With continually high unemployment and an uncertain economic future, it is unfathomable that the Democrat Majority in Congress has yet to move forward with a proven job creator and economic stimulus -- passing a free trade agreement (FTA). The United States currently has FTAs pending with three countries: Panama, Colombia, and Korea. All three of these agreements deserve to be considered and approved by Congress, but the Korea FTA especially has the potential to jump-start economic growth.
The Korea FTA is the largest of the three agreements and would have the greatest effect on the American economy. The agriculture, manufacturing, and service sectors -- which all have a large presence in Texas -- stand to gain enormously from this agreement. Passing the Korea FTA would eliminate trade barriers and expand the market for exporters in the United States -- meaning more jobs for American workers.
Korea is already the United States' seventh largest trading partner and fifth largest market for US agriculture products. Once the agreement is implemented, tariffs on agricultural products made in Texas, like wheat, corn, and cotton, will be eliminated immediately. A large portion of chemical products and manufactured goods will also enter Korea duty free; the rest will be phased out over the next few years. The service sector would benefit from greater regulatory transparency and fair treatment of US companies. Overall, the US International Trade Commission estimates that the Korea FTA would increase the export of goods to Korea from the United States by $10 billion. Now more than ever, our country needs this kind of growth.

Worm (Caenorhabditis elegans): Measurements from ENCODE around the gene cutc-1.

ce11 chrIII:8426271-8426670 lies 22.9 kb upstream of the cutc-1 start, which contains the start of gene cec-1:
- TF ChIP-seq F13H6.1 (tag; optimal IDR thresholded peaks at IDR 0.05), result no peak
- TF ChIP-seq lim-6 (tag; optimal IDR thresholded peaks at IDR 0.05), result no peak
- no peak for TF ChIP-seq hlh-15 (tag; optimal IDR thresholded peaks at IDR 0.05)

As the Democrat-controlled Congress stalls its discussion on trade, other countries and the European Union are moving forward on their own trade agreements with Korea. If the United States does not act quickly, we run the risk of being crowded out of the Korean market by other foreign companies. Swift passage of this agreement is vital to our recovery, and the Majority should bring it to the floor of the House of Representatives for an immediate vote.